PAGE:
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How much water do you stock?

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posted on Feb, 6 2009 @ 03:41 AM

Originally posted by Ex_MislTech

England used the slow sand filter for a long time, some say its still in use.

Slow sand filter

Another trick to kill what is living in the water is the SODIS method.


Excellent post, a absolutely excellent piece of work, salutations Sir.

posted on Feb, 6 2009 @ 11:14 AM
Reply to Fred T-
Quote: "Ah but you could if you had a filter. Water heater water is not really grey water as it comes straight from the municipal water supply.

I do not count on it in my planning as we are in earthquake country and the water heater may not make it "

All true.

I'm an idiot, hadn't thought that the water in the water heater actually isn't "gray" water. I too am in an earthquake zone, and keep saying that I need to brace the water heater to the wall. Maybe I'll actually do that this weekend.

I've got to get me a water filter, as then you don't need to worry about if the water is drinkable or not.

Does anyone happen to know what the right dose of bleach per gallon of water is in order to take out the bacteria?

[edit on 2/6/09 by Skamindy77]

posted on Feb, 11 2009 @ 11:01 AM
I don't know if this will help you but the government over here in the U.S. gives us people that live in areas where they destroy chemical weapons a list of a kit we should have incase they screw up and we have to shelter in place.

They say we need one gallon of water for every person in the family perday. They also say that we should always keep a two week supply on hand at all times.

They also say we should change out the water every 6 months.

posted on Feb, 11 2009 @ 12:24 PM
I have been in the habit of saving, rinsing, and filling with cold tap water every one gallon plastic container we've purchased. Once filled it's off to the basement in a dark storage area.

Any advice on shelf life and purification would be helpful.

Great thread and very informative

posted on Feb, 12 2009 @ 08:12 AM
reply to post by huntergatherer

I'm told that 1/4 teaspoon of bleach (not color safe or scented) per gallon of water and then replace it every three months when using tap water.

They also say don't use milk jugs. I keep juice jugs and use them and liter soda bottles.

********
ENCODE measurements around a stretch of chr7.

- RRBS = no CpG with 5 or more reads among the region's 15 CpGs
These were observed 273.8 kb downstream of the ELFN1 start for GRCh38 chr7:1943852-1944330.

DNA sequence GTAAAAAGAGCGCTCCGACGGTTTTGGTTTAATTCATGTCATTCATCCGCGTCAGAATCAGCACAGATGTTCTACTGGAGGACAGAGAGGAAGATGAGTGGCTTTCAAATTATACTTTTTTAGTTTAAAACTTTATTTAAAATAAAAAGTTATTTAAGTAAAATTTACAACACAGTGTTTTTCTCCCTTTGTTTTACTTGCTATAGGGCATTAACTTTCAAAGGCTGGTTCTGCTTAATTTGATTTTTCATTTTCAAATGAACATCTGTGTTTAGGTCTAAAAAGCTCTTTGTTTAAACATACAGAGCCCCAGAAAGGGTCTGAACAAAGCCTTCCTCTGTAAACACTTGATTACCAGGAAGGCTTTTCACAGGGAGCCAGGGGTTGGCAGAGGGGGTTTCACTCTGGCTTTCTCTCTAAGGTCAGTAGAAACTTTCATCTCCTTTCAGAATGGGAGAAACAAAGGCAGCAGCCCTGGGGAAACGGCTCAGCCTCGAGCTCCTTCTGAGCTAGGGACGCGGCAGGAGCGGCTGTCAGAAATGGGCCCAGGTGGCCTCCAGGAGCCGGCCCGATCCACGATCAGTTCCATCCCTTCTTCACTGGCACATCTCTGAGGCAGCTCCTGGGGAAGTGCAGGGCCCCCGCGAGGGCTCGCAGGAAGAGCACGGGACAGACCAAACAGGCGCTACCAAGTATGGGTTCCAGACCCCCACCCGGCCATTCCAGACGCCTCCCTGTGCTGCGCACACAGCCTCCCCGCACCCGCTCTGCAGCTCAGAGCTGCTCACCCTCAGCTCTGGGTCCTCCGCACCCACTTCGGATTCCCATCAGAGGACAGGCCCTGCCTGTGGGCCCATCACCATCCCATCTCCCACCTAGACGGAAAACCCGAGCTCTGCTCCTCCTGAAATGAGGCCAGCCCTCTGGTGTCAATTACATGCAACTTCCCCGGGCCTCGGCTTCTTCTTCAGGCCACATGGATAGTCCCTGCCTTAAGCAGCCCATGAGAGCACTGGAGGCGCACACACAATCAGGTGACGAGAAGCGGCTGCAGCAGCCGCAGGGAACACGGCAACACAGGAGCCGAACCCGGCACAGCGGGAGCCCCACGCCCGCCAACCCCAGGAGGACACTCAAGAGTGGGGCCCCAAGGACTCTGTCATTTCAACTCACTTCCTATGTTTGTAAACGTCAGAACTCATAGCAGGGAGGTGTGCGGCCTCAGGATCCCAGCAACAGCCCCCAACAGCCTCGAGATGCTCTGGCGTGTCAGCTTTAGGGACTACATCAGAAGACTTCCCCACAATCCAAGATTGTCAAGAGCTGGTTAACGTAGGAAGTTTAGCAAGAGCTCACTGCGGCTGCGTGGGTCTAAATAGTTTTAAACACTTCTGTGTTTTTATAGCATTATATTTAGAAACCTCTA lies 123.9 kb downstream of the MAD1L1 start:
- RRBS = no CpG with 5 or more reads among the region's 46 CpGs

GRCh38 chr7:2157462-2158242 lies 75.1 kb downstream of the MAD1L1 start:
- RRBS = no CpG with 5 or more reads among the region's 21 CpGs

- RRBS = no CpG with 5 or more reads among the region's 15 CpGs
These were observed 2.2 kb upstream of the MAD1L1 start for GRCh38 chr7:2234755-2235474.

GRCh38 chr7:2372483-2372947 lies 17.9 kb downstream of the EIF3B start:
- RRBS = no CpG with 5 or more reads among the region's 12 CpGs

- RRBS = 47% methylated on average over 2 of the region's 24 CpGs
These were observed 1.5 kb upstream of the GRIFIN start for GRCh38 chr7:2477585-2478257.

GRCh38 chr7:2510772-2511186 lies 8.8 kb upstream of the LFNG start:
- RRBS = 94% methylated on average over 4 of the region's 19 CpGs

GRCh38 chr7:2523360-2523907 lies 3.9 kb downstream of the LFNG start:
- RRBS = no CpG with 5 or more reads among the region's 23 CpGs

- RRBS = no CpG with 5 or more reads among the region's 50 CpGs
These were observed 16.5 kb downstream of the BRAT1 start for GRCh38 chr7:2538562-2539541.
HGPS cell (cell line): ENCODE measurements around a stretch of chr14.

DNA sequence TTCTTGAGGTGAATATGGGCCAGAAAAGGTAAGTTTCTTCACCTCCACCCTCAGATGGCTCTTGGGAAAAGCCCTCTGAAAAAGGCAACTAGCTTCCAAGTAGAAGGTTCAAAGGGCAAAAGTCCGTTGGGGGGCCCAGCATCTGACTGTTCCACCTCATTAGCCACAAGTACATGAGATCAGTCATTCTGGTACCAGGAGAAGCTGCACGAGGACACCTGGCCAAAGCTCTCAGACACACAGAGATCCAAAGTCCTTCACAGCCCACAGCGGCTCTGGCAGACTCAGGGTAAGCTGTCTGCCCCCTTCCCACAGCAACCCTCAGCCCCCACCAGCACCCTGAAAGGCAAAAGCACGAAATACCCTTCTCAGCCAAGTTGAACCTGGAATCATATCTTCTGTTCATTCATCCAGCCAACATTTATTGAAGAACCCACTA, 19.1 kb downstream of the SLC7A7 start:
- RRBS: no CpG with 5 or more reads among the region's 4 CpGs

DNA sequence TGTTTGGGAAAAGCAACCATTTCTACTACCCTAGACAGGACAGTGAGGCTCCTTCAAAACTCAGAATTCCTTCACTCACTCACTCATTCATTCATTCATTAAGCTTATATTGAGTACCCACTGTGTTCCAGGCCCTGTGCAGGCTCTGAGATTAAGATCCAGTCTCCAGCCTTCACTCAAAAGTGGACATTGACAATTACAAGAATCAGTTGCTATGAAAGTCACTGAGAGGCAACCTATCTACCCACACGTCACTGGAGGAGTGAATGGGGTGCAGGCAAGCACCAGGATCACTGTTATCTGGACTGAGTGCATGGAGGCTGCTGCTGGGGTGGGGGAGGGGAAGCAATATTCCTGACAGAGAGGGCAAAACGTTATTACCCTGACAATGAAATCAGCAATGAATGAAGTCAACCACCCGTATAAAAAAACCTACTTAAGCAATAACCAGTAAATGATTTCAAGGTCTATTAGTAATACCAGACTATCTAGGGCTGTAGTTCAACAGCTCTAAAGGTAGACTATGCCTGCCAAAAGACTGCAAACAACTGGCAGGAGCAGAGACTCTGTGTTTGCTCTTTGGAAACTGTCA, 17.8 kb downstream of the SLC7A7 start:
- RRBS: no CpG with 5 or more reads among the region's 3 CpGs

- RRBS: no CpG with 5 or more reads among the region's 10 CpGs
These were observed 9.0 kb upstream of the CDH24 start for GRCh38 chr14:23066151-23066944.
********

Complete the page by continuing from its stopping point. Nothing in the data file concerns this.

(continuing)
posted on Feb, 12 2009 @ 12:10 PM
I keep every plastic drink container we get, juice, pop, whatever. I clean it with a little bleach and rinse it out well. Then i just fill with tap. Since most tap water already has bleach in it I figured I dont need to add more for storage. Then i just keep it in a cold dark place. also I've been told itll be good for up to two years but that I should change it every year.

[edit on 12-2-2009 by FunSized]

posted on Feb, 12 2009 @ 01:03 PM
I haven't read around yet to confirm the fear-mongering or it's level of legitimacy. I would however recommend this link as a start to ensuring your storage equipment is "safe".

I'm not falling either side of the argument although I would try to avoid BPA just to be on the safe side.

Obviously, a slow death from this would be more preferable to a quick and unpleasant one from dehydration or other "nasties" in your water.

posted on Feb, 12 2009 @ 01:06 PM
At home, we usually have about 15 gallons in 5 gallon plastic containers.

We also have a swimming pool. We would use the water in our pool for garden, bathing, and flushing toilets.

I'm thinking about getting a few more 5 gallon containers for pure water.

posted on Feb, 12 2009 @ 01:08 PM
Mineral water for drinking is all that is stocked in my house... Oh and for watering the plants...

posted on Feb, 12 2009 @ 01:14 PM
When our watershed in Vancouver was contaminated by a landslide here in Vancouver we had a month + of water boiling advisory.

I had enough water stored to last us nearly a full three weeks of semi-conservative use. I did boil and filter some water. I have a lot of cupboard space under my cabinets.

For the last week of the advisory I did buy one big flat of bottled.

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